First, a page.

add bonus feature
+ Her POV
add bonus feature
+ Her POV
Games as a type of mechanic
Can we tell stories through actions?
Loneliness is a fairly simple 3 minute game that creates beautiful atmosphere and tells a story through interaction
Can we tell stories through mechanics .
Another game I would like to explore in the Talos Principle
One and a two is a movie by Edward yang about the life of a family after the Grand mother falls into a coma .
The movie follows the life of different family members and is a slice of life type of story. The appeal of the story is that it feels sincere.
You don’t feel like the narrative is purposefully crafted and yet there is without a doubt some character development.
The movie manages to explore each character and their struggles and give us someone to root for regardless of what kind of background or role we play.
I guess the biggest take away of this movie is how it manages to always keep us engaged without being too dramatic.
This feels very close to what I am trying to express with my project.
I have yet to decide a kind of medium for my project but I’ll keep exploring.
At the moment I’m torn between something that is told and something that is played.
Interactive Art in a space creates a moment that is memorable,
The Experience economy.
Passive Participation –
Active Participation – escape from reality
Architecture without architects
Objects that make people move.
Using the element of play to make a space welcoming? To encourage interaction?
What is different between an interactive space or a playground?
How can we re/create a space that creates a kind of sensation that would make people want to interact to it?
What are the actions and reactions of people towards the space.
Most interactive spaces forces people to interact in a certain way.
Can we create an affordance for interaction?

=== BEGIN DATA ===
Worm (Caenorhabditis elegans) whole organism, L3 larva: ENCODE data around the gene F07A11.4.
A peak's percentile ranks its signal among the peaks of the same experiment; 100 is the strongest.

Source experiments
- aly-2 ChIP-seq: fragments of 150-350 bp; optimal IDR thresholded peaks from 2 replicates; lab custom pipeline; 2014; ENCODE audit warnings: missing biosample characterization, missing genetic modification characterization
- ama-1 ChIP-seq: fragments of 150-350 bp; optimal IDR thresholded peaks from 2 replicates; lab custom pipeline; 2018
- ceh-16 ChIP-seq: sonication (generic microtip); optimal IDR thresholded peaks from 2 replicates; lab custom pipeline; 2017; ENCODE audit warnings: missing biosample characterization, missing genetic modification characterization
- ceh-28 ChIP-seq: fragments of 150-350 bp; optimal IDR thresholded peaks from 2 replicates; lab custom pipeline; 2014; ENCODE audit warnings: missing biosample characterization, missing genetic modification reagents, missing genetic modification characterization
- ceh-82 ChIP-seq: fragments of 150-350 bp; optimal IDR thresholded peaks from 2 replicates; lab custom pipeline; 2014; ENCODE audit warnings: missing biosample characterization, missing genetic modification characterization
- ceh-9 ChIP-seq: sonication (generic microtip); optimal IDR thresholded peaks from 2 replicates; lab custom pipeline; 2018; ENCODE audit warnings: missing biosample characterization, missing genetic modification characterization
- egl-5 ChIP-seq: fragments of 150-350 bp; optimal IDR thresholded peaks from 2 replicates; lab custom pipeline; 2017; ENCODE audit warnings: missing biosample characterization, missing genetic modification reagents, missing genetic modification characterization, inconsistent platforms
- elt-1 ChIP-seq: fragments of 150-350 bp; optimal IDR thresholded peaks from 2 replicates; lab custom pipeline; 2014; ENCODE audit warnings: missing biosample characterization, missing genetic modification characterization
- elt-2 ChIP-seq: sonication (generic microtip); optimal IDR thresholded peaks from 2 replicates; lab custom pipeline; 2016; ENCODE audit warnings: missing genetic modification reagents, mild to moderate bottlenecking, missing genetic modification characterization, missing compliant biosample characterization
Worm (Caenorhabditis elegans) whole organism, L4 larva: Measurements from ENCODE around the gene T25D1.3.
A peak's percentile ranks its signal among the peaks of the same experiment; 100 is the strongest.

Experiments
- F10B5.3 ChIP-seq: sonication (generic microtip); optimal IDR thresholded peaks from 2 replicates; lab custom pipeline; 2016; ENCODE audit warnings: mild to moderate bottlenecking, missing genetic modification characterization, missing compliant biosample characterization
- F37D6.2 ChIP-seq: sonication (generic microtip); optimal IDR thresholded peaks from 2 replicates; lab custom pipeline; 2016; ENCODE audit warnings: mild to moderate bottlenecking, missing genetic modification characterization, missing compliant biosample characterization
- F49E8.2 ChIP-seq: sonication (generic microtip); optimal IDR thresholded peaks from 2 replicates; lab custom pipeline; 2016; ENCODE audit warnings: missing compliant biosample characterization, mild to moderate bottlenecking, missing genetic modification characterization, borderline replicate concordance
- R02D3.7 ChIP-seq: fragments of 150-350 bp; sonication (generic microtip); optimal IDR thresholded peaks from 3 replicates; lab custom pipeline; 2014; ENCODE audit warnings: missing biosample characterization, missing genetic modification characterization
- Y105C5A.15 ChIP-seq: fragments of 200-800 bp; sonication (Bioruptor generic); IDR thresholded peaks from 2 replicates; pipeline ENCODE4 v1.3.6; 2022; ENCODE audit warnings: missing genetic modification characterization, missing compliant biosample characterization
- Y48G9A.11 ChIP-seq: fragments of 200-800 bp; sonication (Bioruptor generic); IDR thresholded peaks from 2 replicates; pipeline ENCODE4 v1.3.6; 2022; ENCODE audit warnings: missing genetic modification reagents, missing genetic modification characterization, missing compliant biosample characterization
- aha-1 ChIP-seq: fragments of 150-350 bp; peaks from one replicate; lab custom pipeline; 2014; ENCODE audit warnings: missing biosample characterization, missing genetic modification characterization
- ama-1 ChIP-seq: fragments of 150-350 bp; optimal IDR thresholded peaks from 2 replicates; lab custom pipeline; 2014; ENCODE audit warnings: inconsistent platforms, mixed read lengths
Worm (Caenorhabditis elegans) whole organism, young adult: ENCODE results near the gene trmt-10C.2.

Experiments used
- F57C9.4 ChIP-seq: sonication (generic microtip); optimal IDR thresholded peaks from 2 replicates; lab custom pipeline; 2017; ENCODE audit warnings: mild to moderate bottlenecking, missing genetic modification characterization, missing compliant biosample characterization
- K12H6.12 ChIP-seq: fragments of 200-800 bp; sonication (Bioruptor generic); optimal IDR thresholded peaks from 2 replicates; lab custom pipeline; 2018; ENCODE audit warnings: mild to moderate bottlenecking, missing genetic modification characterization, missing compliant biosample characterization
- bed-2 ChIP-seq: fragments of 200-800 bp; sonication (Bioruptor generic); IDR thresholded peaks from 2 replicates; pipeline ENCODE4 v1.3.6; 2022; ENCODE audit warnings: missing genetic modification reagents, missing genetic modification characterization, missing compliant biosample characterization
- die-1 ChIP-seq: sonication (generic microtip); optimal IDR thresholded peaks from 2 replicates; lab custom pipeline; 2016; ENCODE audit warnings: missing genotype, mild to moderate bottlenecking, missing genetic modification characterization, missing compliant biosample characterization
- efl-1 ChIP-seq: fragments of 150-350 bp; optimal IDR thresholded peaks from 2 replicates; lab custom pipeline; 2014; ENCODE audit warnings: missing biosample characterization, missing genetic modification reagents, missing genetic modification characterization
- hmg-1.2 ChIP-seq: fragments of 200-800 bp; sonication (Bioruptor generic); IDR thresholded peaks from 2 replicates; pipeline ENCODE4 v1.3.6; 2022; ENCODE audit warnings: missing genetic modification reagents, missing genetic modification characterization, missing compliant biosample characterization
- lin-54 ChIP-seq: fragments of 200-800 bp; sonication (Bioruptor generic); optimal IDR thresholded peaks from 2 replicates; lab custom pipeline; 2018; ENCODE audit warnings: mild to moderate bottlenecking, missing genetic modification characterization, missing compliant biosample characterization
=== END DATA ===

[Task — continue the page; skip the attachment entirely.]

How can we give people a space where they can freely interact?
Is it possible?
//Given a set of restrictions/ rules/
The idea of immersion that
Suspension of disbelief
Scattered Crowd – William Forsythe
Repetition of elements
Having a hierarchy and anarchy
Order vs Chaos in installation
Scattered Crowd – vertical organization.
The love for the vertical
The love for the horizontal
How can we enhance this experience and put it in a different spectrum.
1949, New York, NY (US) – Frankfurt am Main (DE)
Plumb bobs, string, compressed air cylinders
Courtesy of the artist
There are always rules in interaction. There in an implicit rule about the space.
Some people would react to it by avoiding, while some people would avoid it.
Creating a dynamic maze.
Creating a dialogue between the user and the interaction
The absence of the Horizon
THX – 1138
Breaking the space
Lighting the room so that the space disappears.
Time and space
To experience a space we must be physically present.
Creating an atmosphere that makes sense for the body and the brain.
The quiet room
” Try to imagine a life without timekeeping… Man alone suffer a paralyzing fear that no other creature have to. A fear of time running out.”
Mitch Albom, The Time Keeper
A Professor of mine once asked me, in a thick Mexican accent, “What is your concept of time?”
Time froze as I struggle to say something smart…
According to the Einstein, time is relative. Our perception of time is distorted according to our experiences. Time has become another dimension in works of art now, no longer bounded by the stillness of a frame nor locked in a painting. Time has become like another color for artists to change the tone and expression of their works.